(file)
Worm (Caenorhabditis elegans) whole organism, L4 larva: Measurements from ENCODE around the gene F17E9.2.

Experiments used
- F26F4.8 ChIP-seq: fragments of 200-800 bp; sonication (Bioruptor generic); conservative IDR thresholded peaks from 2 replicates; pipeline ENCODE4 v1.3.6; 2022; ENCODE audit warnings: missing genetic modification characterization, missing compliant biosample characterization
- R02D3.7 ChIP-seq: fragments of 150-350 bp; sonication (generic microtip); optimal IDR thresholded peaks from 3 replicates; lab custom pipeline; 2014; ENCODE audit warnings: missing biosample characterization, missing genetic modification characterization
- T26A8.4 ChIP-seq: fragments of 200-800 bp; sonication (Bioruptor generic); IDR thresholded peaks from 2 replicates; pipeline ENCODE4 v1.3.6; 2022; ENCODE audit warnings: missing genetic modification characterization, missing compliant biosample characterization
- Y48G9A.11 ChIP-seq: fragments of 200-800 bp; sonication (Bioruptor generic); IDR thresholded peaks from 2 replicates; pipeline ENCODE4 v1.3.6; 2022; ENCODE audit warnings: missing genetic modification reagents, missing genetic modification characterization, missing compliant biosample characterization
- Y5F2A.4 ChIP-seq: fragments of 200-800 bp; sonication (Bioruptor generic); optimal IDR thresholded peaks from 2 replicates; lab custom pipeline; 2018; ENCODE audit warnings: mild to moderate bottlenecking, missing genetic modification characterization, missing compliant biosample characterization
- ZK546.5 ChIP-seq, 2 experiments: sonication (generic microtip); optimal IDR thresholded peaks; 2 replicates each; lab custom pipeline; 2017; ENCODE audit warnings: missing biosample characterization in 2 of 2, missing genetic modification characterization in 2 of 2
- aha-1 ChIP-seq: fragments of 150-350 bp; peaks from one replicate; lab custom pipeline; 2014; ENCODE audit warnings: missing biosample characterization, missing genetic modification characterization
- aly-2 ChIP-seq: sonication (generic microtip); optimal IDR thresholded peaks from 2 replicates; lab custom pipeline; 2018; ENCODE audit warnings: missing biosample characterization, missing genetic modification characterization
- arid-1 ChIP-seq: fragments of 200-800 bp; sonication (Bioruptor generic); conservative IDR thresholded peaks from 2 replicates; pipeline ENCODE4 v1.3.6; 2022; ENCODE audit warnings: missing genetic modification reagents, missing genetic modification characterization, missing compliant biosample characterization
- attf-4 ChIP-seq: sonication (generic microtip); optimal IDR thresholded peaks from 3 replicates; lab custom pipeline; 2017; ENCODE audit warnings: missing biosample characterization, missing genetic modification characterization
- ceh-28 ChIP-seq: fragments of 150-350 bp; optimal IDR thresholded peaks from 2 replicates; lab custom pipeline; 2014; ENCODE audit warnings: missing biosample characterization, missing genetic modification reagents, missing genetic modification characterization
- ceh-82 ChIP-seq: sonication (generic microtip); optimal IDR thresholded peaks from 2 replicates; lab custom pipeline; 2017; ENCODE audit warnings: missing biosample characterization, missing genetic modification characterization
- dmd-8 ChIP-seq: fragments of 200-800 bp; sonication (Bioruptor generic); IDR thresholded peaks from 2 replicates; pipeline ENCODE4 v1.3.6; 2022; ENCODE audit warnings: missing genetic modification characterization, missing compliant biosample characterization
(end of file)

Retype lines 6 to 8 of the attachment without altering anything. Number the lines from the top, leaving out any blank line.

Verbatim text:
- Y48G9A.11 ChIP-seq: fragments of 200-800 bp; sonication (Bioruptor generic); IDR thresholded peaks from 2 replicates; pipeline ENCODE4 v1.3.6; 2022; ENCODE audit warnings: missing genetic modification reagents, missing genetic modification characterization, missing compliant biosample characterization
- Y5F2A.4 ChIP-seq: fragments of 200-800 bp; sonication (Bioruptor generic); optimal IDR thresholded peaks from 2 replicates; lab custom pipeline; 2018; ENCODE audit warnings: mild to moderate bottlenecking, missing genetic modification characterization, missing compliant biosample characterization
- ZK546.5 ChIP-seq, 2 experiments: sonication (generic microtip); optimal IDR thresholded peaks; 2 replicates each; lab custom pipeline; 2017; ENCODE audit warnings: missing biosample characterization in 2 of 2, missing genetic modification characterization in 2 of 2